Fast, realistic terrain synthesis

Crause, Justin (2015)

Includes bibliographical references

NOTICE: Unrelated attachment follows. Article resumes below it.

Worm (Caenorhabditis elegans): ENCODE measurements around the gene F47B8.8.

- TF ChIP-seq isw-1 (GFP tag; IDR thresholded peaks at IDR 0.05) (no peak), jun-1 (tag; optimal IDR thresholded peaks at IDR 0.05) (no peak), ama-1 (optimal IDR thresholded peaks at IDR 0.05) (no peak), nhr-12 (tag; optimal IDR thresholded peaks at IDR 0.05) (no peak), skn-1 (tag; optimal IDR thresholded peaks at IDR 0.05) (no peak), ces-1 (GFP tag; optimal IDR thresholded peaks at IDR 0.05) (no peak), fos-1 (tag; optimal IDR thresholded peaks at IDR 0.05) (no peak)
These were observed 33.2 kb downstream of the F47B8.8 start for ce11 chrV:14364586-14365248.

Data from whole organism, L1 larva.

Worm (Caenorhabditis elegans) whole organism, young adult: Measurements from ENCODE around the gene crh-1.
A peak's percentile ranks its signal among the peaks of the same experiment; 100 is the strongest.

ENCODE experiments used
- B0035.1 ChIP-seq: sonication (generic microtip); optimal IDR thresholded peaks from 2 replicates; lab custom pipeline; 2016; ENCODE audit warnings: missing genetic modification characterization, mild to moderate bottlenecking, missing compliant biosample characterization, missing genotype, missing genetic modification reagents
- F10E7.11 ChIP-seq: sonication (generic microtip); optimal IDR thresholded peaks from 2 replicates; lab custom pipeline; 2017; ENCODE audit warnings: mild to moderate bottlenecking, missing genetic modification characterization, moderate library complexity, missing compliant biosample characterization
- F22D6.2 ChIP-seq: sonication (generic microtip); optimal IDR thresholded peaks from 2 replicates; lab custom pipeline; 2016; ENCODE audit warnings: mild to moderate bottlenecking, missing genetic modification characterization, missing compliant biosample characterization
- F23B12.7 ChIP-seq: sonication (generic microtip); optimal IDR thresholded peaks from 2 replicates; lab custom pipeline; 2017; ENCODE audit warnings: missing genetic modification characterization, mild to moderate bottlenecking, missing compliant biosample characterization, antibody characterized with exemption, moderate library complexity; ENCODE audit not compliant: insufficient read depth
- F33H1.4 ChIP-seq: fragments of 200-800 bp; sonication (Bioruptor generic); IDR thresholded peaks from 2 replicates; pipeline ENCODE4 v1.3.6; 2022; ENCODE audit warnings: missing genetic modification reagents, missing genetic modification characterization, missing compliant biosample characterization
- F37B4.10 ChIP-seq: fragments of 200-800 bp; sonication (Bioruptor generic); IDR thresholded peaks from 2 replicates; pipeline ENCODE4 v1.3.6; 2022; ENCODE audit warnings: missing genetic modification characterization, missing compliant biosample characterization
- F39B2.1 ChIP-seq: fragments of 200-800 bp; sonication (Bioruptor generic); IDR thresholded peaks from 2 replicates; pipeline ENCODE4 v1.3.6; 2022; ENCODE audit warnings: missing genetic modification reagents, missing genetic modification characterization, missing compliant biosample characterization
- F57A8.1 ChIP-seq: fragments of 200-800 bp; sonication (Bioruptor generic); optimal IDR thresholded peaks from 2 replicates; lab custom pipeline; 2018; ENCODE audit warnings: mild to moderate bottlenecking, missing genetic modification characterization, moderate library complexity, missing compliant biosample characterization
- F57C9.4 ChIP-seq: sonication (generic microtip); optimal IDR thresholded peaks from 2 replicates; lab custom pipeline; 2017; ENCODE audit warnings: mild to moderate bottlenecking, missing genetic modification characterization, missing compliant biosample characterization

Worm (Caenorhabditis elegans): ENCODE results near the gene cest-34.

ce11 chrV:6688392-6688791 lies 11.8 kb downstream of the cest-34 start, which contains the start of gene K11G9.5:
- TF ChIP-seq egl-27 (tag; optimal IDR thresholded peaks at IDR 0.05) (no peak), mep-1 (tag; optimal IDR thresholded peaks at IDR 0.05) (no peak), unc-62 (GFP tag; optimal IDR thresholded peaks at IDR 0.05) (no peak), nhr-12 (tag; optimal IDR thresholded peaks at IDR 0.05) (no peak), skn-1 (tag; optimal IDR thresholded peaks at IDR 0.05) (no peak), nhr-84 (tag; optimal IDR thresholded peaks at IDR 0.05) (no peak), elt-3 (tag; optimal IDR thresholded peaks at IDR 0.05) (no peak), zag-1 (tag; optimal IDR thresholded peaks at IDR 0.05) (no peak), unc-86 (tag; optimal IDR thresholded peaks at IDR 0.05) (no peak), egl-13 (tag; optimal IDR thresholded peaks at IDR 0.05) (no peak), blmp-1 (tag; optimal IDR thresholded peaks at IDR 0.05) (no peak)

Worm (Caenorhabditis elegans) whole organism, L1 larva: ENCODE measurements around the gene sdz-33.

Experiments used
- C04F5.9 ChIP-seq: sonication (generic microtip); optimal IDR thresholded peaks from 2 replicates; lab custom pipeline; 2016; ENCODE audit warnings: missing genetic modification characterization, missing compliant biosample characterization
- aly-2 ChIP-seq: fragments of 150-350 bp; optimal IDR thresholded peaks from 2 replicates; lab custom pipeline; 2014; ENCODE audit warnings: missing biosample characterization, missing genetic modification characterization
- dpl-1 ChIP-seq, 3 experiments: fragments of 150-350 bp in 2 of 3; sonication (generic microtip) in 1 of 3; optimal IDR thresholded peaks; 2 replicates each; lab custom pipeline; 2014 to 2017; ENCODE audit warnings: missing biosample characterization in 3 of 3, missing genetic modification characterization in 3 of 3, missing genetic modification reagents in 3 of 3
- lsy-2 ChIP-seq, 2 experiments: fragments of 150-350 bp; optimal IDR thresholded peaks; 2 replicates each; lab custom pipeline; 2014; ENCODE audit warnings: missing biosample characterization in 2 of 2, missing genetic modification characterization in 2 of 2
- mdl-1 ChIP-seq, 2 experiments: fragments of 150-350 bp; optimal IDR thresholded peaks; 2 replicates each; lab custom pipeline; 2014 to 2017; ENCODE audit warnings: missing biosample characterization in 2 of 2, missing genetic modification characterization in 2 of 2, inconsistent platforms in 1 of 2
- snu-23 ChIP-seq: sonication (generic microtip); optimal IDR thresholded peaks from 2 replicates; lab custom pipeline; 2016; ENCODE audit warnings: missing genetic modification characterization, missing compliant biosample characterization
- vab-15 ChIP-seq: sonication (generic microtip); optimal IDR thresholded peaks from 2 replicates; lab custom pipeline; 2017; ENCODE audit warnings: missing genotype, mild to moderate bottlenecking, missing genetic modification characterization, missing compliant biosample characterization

The authoring of realistic terrain models is necessary to generate immersive virtual environments for computer games and film visual effects. However, creating these landscapes is difficult - it usually involves an artist spending many hours sculpting a model in a 3D design program. Specialised terrain generation programs exist to rapidly create artificial terrains, such as Bryce (2013) and Terragen (2013). These make use of complex algorithms to pseudo-randomly generate the terrains, which can then be exported into a 3D editing program for fine tuning. Height-maps are a 2D data-structure, which stores elevation values, and can be used to represent terrain data. They are also a common format used with terrain generation and editing systems. Height-maps share the same storage design as image files, as such they can be viewed like any picture and image transformation algorithms can be applied to them. Early techniques for generating terrains include fractal generation and physical simulation. These methods proved difficult to use as the algorithms were manipulated with a set of parameters. However, the outcome from changing the values is not known, which results in the user changing values over several iterations to produce their desired terrain. An improved technique brings in a higher degree of user control as well as improved realism, known as texture-based terrain synthesis. This borrows techniques from texture synthesis, which is the process of algorithmically generating a larger image from a smaller sample image. Texture-based terrain synthesis makes use or real-world terrain data to produce highly realistic landscapes, which improves upon previous techniques. Recent work in texture-based synthesis has focused on improving both the realism and user control, through the use of sketching interfaces. We present a patch-based terrain synthesis system that utilises a user sketch to control the location of desired terrain features, such as ridges and valleys. Digital Elevation Models (DEMs) of real landscapes are used as exemplars, from which candidate patches of data are extracted and matched against the user's sketch. The best candidates are merged seamlessly into the final terrain. Because real landscapes are used the resulting terrain appears highly realistic. Our research contributes a new version of this approach that employs multiple input terrains and acceleration using a modern Graphics Processing Unit (GPU). The use of multiple inputs increases the candidate pool of patches and thus the system is capable of producing more varied terrains. This addresses the limitation where supplying the wrong type of input terrain would fail to synthesise anything useful, for example supplying the system with a mountainous DEM and expecting deep valleys in the output. We developed a hybrid multithreaded CPU and GPU implementation that achieves a 45 times speedup.